Wood pellet shipments to Korea and Japan at a record high, Vietnam a major supplier

Over the past few years, South Korea has become the largest pellet importer in Asia, ahead of Japan, and the third largest in the world, and South Korean demand is expected to continue to increase in the coming years, reports the Wood Resource Quarterly. Vietnam has been the major supplier of pellets to Asia, accounting for about 65 per cent of the total import volume in late 2016 and early 2017.

Wood pellet imports to Asia reached an all-time-high in the 4Q/16 when Japan and South Korea together imported 630,000 tons of pellets. Although import volumes were down slightly in the 1Q/17, they were still over 40 per cent higher than in the 1Q/16.

South Korea is by far the main destination for pellets in Asia, and in 2016, the country was the world’s third largest importer of pellets, trailing only behind the United Kingdom and Denmark. Although import volumes to Japan have tripled from 2014 to 2016, the usage of pellets is still at a relatively low level.

Consumption of pellets in Japan and South Korea has increased quite rapidly the past four years because of new government requirements which favour reducing carbon emissions and increasing the usage of renewable energy. The recent trend in pellet usage is likely to continue in the future and is driven both by incentives and regulations. With an urgent need to replace nuclear energy and generous feed-in-tariffs, it is expected that Japan will increase buying substantially over the next five years.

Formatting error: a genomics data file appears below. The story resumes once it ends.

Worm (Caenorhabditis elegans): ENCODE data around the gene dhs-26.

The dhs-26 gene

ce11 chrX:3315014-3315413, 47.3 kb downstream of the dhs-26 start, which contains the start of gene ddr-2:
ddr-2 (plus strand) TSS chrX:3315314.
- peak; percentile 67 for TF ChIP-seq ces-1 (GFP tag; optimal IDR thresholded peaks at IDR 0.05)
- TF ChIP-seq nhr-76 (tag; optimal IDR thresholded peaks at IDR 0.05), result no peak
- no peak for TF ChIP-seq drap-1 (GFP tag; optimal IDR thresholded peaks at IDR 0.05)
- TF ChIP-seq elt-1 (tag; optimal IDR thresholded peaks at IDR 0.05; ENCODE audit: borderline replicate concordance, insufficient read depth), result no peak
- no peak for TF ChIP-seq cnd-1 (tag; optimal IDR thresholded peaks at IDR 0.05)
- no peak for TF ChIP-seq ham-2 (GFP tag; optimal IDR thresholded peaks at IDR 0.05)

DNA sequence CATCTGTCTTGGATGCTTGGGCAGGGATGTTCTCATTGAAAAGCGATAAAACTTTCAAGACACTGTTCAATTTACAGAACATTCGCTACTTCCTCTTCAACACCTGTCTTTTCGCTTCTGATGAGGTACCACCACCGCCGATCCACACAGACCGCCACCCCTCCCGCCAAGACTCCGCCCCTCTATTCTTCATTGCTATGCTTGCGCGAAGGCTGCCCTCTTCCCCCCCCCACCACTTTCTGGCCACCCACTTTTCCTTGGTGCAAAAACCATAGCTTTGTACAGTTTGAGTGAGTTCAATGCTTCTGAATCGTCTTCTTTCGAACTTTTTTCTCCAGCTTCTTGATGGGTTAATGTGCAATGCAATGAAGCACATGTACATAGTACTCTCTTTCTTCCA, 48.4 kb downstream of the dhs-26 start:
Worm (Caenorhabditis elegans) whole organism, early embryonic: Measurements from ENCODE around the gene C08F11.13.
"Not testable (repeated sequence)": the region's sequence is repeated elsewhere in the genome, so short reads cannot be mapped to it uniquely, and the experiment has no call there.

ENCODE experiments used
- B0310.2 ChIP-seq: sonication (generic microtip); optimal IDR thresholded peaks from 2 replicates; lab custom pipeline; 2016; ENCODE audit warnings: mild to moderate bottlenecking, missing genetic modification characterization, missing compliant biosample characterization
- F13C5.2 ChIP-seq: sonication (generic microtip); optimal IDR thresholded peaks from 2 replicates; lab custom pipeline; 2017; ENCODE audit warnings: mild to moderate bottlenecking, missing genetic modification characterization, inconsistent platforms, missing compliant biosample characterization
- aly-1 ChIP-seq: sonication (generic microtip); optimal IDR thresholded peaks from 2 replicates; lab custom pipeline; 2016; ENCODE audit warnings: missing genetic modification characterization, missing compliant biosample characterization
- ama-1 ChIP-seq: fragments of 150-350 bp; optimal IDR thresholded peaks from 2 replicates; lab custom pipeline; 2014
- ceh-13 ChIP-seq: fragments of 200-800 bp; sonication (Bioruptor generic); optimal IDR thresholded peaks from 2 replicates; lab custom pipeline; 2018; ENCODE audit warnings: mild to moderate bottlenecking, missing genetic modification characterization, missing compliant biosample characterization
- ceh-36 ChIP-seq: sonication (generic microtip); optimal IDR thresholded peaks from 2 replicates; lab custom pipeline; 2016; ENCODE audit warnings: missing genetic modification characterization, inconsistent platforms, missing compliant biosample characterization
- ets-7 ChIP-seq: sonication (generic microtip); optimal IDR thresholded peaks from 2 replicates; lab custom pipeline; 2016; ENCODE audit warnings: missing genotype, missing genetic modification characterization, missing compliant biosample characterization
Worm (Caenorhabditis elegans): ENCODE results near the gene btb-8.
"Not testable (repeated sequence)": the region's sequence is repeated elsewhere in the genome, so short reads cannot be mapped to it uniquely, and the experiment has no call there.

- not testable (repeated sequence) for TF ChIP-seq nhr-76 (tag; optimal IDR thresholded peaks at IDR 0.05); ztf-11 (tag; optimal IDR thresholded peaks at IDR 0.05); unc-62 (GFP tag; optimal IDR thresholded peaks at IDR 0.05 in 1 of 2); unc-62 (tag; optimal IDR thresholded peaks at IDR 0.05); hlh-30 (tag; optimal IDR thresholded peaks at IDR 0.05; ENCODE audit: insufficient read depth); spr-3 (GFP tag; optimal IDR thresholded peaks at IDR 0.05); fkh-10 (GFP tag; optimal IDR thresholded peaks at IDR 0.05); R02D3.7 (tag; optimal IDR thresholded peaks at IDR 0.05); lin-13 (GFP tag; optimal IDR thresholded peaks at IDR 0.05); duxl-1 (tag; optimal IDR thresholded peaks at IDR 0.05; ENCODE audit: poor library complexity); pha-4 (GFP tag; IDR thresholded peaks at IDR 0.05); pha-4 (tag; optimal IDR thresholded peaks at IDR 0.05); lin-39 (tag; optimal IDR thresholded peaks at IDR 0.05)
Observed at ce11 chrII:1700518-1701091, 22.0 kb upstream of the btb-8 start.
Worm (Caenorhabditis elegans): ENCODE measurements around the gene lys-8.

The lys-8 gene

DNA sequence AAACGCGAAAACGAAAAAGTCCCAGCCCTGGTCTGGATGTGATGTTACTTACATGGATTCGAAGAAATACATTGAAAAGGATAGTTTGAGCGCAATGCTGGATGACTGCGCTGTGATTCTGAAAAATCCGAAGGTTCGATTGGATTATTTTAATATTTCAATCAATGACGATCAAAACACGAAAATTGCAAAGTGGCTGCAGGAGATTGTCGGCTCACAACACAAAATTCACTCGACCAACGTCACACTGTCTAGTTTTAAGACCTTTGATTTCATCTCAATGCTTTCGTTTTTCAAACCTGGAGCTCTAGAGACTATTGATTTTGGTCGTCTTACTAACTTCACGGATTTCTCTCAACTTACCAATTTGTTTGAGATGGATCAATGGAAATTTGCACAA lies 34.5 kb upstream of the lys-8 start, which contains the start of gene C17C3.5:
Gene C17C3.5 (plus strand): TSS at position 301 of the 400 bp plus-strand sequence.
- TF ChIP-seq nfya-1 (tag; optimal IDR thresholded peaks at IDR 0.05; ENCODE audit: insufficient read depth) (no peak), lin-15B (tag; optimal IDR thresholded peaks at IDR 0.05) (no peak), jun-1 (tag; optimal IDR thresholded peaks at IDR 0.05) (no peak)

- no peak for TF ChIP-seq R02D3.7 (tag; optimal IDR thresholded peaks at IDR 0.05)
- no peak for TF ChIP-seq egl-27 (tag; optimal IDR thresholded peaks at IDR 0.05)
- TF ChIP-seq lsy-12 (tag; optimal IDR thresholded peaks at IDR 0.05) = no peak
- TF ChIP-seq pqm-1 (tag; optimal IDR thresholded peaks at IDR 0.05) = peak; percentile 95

Vietnam has been the major supplier of pellets to Asia for the past three years, accounting for almost two-thirds of the shipments to Japan and South Korea in 2016. Canada was an early supplier to the Asian market, but its market share dropped from 22 per cent in 2014 to 14 per cent in 2016. However, in the 1Q/17, Canada increased shipments to Asia to the second the highest quarterly level on record and the market share was up to 21 per cent.

Import prices for pellets to South Korea fell dramatically from early 2014 to the summer of 2016, according to a recent WRQ Trade Snapshot report. The two-year long price decline ended in the 3Q/16, when prices slowly started to recover. The import prices continued their upward trend during the first four months of 2017 with Malaysian pellets increasing the most.